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Indonesia is enjoying impressive economic growth at the moment, but its track record on intellectual property leaves a great deal to be desired. The IP Komodo blog recently pointed out the tremendous lack of IP understanding across south-east Asian: looking at European patent filings for 2011, it found that the five countries of Thailand, Indonesia, Brunei, the Philippines and Vietnam could only muster up a handful between them. This is particularly worrying in the case of Indonesia, which, as a G20 member and a fast-developing nation keen to attract outside investment, should perhaps be showing a more sophisticated understanding of the importance of intellectual property by now.
Indonesia’s economy continues to flourish, with growth of 6.3% for the first quarter of 2012. Although this lags China’s 8%-plus growth over the same period, it is still higher than China’s fellow BRIC countries, Brazil, Russia and India. Indonesia has also enjoyed a surge in foreign investment recently. Yet the country only managed 13 PCT filings in 2011.
No-one expects Indonesia to compete with China just yet, but it is troubling that the jurisdiction’s IP awareness is so far behind its economic development. However, the country's lack of IP sophistication has not gone completely un-noticed by senior politicians. The IP Komodo blog reports: “Indonesia's Vice-President Boediono is quoted in the news this week as lamenting that Indonesia has the fewest patents of any G20 country.”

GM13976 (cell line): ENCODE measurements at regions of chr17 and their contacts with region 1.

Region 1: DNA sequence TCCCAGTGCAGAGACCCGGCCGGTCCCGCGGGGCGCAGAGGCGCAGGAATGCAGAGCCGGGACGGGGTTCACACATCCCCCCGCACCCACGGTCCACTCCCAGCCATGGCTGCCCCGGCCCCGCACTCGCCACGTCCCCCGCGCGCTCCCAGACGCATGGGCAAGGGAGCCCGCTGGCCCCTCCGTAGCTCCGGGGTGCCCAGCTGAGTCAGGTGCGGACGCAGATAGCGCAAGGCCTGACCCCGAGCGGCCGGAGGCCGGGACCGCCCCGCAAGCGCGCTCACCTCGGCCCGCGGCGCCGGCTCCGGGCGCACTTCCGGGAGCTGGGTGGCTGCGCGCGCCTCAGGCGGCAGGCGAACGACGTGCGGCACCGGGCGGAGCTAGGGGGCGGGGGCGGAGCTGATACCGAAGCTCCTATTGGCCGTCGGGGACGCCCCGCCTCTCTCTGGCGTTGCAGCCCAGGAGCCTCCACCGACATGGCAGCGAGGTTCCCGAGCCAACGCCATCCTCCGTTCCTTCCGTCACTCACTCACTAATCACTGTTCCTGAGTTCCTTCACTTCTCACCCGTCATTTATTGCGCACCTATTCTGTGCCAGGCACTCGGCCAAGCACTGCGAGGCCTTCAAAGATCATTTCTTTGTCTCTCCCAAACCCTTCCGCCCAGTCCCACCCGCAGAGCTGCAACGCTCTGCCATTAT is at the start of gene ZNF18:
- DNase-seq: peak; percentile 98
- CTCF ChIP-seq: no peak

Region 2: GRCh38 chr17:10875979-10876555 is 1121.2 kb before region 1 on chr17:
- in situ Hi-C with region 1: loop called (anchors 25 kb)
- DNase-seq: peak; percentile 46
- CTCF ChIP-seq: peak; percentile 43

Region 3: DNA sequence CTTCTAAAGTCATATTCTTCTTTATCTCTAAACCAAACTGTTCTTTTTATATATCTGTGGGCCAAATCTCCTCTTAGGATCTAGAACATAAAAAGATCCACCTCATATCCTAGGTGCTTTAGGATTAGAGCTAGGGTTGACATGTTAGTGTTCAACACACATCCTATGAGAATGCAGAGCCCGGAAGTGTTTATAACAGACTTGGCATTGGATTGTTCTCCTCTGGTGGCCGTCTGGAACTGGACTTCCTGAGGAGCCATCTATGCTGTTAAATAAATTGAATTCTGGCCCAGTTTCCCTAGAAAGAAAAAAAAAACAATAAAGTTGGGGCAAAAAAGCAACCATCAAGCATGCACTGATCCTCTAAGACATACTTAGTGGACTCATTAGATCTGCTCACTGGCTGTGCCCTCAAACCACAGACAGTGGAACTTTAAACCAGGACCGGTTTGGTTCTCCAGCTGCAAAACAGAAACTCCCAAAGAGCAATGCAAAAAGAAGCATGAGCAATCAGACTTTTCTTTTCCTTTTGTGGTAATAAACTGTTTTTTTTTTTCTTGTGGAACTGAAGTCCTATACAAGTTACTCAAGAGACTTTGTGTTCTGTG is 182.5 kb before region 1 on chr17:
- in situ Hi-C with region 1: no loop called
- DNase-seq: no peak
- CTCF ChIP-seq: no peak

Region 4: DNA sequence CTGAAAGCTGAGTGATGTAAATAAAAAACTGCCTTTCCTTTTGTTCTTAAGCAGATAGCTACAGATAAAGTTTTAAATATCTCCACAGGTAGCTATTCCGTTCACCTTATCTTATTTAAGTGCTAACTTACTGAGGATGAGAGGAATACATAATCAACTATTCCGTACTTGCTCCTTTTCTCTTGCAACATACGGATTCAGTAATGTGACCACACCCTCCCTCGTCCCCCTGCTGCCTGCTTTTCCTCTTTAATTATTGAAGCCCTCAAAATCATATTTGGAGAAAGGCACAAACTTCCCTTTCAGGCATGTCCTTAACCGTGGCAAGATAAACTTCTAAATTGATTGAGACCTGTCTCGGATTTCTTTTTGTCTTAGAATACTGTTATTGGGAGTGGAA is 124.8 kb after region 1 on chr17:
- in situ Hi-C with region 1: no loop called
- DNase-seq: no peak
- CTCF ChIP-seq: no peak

Boediono, who has held his current positin since 2009, has got form on the subject. Indonesia is one of the most bio-diverse countries in the world, and there is increasing awareness that this natural resource should be harnessed. The vice-president recognises that IP needs to be a part of that process. Speaking at an environmental expo back in 2010, he said: “We need to take concrete actions to patent [derivative products] of our biodiversity to avoid unexpected problems in the future. If not, others will.”
Interestingly, it is not a background in science or engineering that is shaping Boediono’s appreciation of patents. Rather, he is a former professor of economics who has been described as “Indonesia’s financial rudder” and is credited with helping the country return to growth following the Asian financial crash of the late 1990s. If he is able to use his experience and economic acumen to further the cause of intellectual property it can only be a good thing.
There are a few other chinks of light. Indonesia marked World IP Day by giving prizes to innovators and young scientists; meanwhile a competition for IT start-ups promises patents as part of the prize. These are small developments, but given that Indonesia has got such a very long way to go, any attempts to increase IP awareness should be encouraged.
IP management, IP politics, Patents